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The baggy looking bits are where I have rollered over the edges of driver and amp openings.
 

HiFiRuss71

Distinguished Member
It's all gone swimmingly up to now, but next comes the first time if I can find out if the extra millimetre (+/-) of clearance I left for the vinyl is enough or not. Will it hide the bits that are less than perfectly straight as they were hand routed by eye? It's a bit late if the answers are no...

I did a rough craft knife trim up of the leatherette covering the openings. Once the various bits have been clamped a while, I'll lift them out, apply a thin smear of PVA to the rear and use the drivers/amp to seal the vinyl in and trim up accurately.

Well, the mid/bass driver is a very snug 'interference' fit. That's as iin 'I'm glad there's two 7" ports to sneak a rubber mallet through to 'persuade' it out again, but otherwise the rank amateur guesses have worked out better than I dared hope.

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Looks like I've got enough clearance for the proposed chrome trim ring for the mid/bass driver.

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There's only two out of eight bolts holding the horn in, so I haven't tightened them too far, but it looks like the 2mm vertical upstand on the horn will submerge pretty much bang on into the baffle and the vinyl against the seal on the rear of the horn (see picture in post #26) will give a seriously air tight seal plus room for adjustment.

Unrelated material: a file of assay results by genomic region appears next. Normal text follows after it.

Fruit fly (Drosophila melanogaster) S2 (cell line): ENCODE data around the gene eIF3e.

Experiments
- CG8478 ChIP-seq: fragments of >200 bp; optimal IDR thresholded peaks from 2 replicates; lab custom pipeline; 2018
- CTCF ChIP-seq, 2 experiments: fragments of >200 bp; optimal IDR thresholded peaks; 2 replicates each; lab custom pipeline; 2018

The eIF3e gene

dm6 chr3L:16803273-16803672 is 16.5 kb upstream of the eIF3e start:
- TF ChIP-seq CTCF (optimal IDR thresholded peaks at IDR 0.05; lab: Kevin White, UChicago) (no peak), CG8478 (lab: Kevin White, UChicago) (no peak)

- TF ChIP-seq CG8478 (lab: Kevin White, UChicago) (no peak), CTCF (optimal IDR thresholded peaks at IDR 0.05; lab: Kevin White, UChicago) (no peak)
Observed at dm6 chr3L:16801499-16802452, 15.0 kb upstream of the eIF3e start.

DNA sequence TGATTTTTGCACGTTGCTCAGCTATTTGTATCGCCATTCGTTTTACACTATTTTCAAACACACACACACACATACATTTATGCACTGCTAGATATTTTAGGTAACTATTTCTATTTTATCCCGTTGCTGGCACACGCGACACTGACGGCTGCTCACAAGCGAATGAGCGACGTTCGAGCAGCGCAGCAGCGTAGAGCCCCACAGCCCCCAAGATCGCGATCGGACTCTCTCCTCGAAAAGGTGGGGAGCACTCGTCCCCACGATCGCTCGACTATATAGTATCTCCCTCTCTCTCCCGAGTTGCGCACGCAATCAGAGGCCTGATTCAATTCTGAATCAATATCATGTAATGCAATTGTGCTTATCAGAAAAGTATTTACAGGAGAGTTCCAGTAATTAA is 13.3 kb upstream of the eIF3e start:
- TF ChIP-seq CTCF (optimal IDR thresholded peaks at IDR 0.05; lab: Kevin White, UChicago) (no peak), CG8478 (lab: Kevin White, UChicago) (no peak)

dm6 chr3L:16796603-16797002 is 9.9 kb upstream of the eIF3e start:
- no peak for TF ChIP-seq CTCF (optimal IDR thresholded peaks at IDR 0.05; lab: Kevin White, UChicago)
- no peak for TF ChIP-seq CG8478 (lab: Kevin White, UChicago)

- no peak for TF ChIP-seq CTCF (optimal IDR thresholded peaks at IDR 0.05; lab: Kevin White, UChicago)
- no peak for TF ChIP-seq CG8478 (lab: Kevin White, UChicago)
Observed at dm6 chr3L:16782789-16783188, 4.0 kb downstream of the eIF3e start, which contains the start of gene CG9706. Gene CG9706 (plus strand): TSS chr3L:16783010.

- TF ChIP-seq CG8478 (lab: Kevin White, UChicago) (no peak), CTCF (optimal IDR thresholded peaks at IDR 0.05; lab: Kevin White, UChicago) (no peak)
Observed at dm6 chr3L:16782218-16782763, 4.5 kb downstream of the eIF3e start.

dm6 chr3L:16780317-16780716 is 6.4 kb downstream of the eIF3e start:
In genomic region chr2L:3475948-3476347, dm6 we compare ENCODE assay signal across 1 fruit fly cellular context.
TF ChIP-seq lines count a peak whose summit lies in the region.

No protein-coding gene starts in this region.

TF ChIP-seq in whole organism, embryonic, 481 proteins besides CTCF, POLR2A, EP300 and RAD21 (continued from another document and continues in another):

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The recess for the plate amp was the one that actually worried me most, but it looks great.

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The most current picture. The grey square bottom left is the smoked Perspex cover to the IR remote control eye and status lights with its protective layer still applied. The hole looks almost butchered compare to even the amp recess, but the vinyl has hidden everything, not to mention provided an air tight seal - the Perspex has simply been pressed into place and it stays put without assistance. Golden.

In the next few days I will staple and trim back the free edges of vinyl. I've decided to cut precise (as I can manage!) rectangles of vinyl to infill the 1mm void the vinyl wrap causes, prior to sticking the wood end cheeks on. I guess this will give some sort of constrained layer damping (CLD if I mention it again) effect too, but really it's a matter of convenience with material available.
 

mattkhan

Distinguished Member
this bit seemed to cause some debate (i.e there was literally no in between on the opposing opinions) on a popular DIY Speaker Facebook group and one that is waaayyyy less combative than almost any forum
Odd, never noticed that as being a contentious topic before. I have some vague memory of it being a HOM related topic though which, if memory serves, is a bit more contentious so perhaps it is driven by that?

I'm glad I am not the one who has to move those speakers :) they look really nicely made/finished
 

HiFiRuss71

Distinguished Member
Odd, never noticed that as being a contentious topic before. I have some vague memory of it being a HOM related topic though which, if memory serves, is a bit more contentious so perhaps it is driven by that?

I'm glad I am not the one who has to move those speakers :) they look really nicely made/finished
Tell me about it. I haven't weighed them, but they're definitely north of 50kg each and I haven't added the 18mm oak to either side yet....

I actually bought some cheap furniture castors that screw into the leg threads so at least they can be pushed around. I have no idea how we're going to elevate them sufficiently to measure the FR.